I mean, sure, if you asked me would I want to sleep only 3 hours a night without feeling tired, finish my first novel in 10 ten days, start training for a half Iron Man with no ill effects, and ramp up my personality until I was the scintillating center of every social moment, I’d definitely consider answering in the affirmative. Really, who wouldn’t? (Maybe Snow White’s little friend Dopey, I suppose, but I don’t take answers to hypothetical questions from cartoon dwarves–everyone must have their standards.)
But as surely as night follows day, research and experience show that, for a bipolar person, a manic or hypomanic episode, improperly treated and managed, will be followed by a depressive one, and, from what I’ve seen, it’s simply not worth it. For this illness, following prescribed treatment is essential, as much as you may not like it, as much as it may be unpleasant, as much as you feel you lose. Because if you don’t follow treatment, you surely lose more.
I work with one superlative psychiatrist who tells our patients, “If you don’t have mood stability, you don’t have anything. Anything.”
He responds to their protests, “But I feel great,” “But I need the energy to. . .,” “But I miss my personality,” with a blank stare, and a Herman Munster-like repeat of the same words he’s just spoken, that are his own personal mantra: “If you don’t have mood stability, you don’t have anything.” He’s the unmovable object–and with him, often even my most treatment resistant patients can start to improve.
For the sad truth of bipolar disorder is the following: Depression is by far the dominant disordered mood state. In fact, the ratio of time spent in depressive episodes to time spent in manic or hypomanic ones is basically an unhappy three to one–if you approach the question with rose-colored glasses.
In an incredibly un-subtly titled article, called–I really couldn’t make this up–“Three Times More Days Depressed Than Manic or Hypomanic in Both Bipolar I and Bipolar II Disorder,” RW Kupka et all from the Altrecht Institute for Mental Health Care in The Netherlands share the research behind the unpleasant facts. [If you’d like to check it out, it’s in the August 2007 edition of Bipolar Disorders. Read it for yourself if you don’t believe it–it’s important that you, if you are suffering from bipolar and are attached to your “highs,” understand what every “high” brings in its wake.]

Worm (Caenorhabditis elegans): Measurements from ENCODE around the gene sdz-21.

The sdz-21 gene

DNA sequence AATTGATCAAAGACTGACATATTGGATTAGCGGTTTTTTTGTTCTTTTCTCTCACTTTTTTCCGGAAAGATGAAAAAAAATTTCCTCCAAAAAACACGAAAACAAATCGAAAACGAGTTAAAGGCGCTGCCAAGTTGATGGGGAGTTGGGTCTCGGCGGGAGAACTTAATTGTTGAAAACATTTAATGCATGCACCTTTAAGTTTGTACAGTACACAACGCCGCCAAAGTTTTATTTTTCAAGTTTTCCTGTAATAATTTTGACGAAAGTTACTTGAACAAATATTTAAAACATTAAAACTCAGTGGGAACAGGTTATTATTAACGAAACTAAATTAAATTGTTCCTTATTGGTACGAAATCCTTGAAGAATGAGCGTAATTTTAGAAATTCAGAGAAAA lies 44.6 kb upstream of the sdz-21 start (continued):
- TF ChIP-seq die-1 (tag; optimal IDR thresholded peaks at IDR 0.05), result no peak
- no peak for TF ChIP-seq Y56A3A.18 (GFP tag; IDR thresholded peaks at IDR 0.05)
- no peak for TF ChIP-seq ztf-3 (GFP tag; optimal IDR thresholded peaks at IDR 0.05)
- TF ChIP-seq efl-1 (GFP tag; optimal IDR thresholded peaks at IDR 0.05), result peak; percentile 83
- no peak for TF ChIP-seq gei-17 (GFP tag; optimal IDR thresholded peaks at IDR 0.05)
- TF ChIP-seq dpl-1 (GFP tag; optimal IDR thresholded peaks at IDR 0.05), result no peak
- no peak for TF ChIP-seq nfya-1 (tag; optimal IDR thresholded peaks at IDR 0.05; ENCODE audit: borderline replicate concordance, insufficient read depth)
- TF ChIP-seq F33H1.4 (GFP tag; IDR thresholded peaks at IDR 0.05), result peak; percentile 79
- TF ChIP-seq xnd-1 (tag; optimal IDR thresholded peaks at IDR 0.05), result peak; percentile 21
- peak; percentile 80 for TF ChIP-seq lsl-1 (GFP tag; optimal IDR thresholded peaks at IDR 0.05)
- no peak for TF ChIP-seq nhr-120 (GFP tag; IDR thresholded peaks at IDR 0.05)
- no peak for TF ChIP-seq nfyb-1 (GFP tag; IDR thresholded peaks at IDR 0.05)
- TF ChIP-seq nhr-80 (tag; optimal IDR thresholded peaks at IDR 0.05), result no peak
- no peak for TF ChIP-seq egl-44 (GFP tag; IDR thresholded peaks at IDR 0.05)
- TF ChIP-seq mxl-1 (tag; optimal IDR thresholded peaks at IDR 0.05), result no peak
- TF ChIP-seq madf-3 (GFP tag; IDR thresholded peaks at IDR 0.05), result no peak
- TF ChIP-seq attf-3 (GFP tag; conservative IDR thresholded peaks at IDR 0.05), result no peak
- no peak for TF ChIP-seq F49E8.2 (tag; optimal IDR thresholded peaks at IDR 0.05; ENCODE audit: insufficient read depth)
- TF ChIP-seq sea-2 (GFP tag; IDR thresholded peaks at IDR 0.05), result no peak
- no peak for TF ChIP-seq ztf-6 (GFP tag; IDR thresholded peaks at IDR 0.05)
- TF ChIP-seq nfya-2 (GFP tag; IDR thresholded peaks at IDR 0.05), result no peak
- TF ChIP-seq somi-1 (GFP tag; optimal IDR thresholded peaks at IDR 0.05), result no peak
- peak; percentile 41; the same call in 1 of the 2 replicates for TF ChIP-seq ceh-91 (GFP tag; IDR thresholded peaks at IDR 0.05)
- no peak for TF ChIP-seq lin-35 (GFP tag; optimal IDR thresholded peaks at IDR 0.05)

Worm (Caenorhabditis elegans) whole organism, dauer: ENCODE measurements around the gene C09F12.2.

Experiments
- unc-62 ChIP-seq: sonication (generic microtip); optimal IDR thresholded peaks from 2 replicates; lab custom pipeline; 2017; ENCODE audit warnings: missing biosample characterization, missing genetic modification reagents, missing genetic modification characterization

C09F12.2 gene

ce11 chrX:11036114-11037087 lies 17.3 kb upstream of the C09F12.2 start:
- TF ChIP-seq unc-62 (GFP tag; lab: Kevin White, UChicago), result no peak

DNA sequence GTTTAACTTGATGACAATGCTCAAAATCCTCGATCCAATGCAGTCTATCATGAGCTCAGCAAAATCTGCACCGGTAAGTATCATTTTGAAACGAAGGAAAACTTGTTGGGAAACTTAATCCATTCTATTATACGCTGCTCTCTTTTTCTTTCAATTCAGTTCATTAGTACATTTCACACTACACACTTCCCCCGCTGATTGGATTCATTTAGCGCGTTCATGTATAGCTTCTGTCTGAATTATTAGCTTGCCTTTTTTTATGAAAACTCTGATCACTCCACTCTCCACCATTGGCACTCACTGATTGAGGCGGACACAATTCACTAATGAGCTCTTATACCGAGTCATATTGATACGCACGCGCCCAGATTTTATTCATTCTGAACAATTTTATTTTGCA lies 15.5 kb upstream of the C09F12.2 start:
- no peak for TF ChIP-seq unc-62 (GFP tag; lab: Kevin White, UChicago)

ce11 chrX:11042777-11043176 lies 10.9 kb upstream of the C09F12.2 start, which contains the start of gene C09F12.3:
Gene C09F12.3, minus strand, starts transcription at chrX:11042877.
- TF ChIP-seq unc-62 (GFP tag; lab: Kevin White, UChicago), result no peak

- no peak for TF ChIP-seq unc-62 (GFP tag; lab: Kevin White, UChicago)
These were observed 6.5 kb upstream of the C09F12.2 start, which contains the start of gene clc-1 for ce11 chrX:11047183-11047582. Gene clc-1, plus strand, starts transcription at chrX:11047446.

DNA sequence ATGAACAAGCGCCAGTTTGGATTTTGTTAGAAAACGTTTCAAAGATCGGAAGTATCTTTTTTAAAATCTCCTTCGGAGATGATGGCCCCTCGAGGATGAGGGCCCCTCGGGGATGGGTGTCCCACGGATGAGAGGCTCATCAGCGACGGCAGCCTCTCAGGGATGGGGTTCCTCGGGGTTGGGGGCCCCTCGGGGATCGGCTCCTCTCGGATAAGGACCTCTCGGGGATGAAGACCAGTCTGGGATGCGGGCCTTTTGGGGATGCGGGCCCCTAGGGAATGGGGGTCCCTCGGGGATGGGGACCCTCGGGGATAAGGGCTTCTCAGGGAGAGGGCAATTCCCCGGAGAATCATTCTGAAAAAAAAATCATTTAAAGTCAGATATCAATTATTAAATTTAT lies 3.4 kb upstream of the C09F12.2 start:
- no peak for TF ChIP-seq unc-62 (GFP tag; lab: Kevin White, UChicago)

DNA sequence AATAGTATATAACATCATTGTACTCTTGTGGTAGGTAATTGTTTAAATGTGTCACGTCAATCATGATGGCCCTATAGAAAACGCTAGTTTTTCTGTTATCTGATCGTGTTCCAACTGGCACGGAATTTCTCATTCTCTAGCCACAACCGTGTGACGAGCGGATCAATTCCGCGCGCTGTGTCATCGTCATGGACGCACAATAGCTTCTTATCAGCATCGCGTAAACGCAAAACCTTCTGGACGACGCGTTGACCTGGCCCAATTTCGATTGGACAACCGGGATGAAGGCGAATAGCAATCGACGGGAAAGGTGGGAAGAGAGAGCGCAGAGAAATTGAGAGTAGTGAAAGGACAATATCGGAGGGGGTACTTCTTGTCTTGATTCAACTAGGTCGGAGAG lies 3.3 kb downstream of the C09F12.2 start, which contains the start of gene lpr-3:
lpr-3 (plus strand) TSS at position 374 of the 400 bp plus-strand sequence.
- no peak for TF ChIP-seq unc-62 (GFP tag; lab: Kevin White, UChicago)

Don’t like that study? Still think your manic episodes aren’t dangerous? Okay, there’s a 2002 study by Lewis L. Judd at al from University of California at San Diego in the Archives of General Psychiatry with the exact same statistic on bipolar I–but they claim that in bipolar II it’s a ratio of 1:40. It’s getting ugly.
Still displeased with the information, still hoping to wish the unpleasant facts of mania’s promised damage away?Just take a look anywhere, in any research journal, or, heck, take a look on the web, head off to about.com if that’s where you find your in-depth information on topic (and, yes, we’ve all done it, just like we’ve all–and this is embarrassing–used Wikipedia at one point or another). I encourage you, if you’re still resisting the facts in the above studies, because there you’ll find the following: “depression is three times more common than mania in bipolar I disorder, and . . .over the natural course of bipolar II disorder, the amount of time spent in depression [is] up to 39 times more common than the time spent in hypomania.”
I’m sorry–I really am–but it’s a truth worth holding on to when you pine for your high, that you’re just setting yourself up for a far-longer low.
To add bad news on to worse, the more cycles you go through, the more likely you are to cycle again. In a term borrowed from epilepsy, this is called kindling, wherein episodes–without treatment–both increase in frequency and worsen in degree over time.
I have more than a handful of patients who have gone off their medication–sometimes more than once–and an even larger number who continue to mourn their “highs” while being medically compliant.
But you allow yourself to experience your mania to the serious detriment of your emotional outlook.
Later posts will address some things you can do to assist your healing from bipolar–aside from the obvious consistent use of appropriate medication–but for now, just recall the mantra.
“If you don’t have mood stability, you don’t have anything.”
- Enjoy a behind-the-scenes look at the bipolar character who inspired Claire Danes’ performance on “Homeland.” She realizes the connection between sleep and manic episodes. See http://www.nytimes.com/2012/01/18/opinion/my-so-called-bipolar-life.html?_r=1&nl=todaysheadlines&emc=tha212
- ‘Kindling Effect’ on Bipolar Disorder (http://www.bipolarcentral.com/articles/articles-117-1-Kindling-Effect-on-Bipolar-Disorder.html)
- Mood Disorders (http://www.surgeongeneral.gov/library/mentalhealth/chapter4/sec3.html)
- Crash Course in Bipolar Disorder–Some useful resources depicting what life is like inside the bipolar world, at http://sashakildare.wordpress.com/2012/01/27/crash-course-in-bipolar-disorder/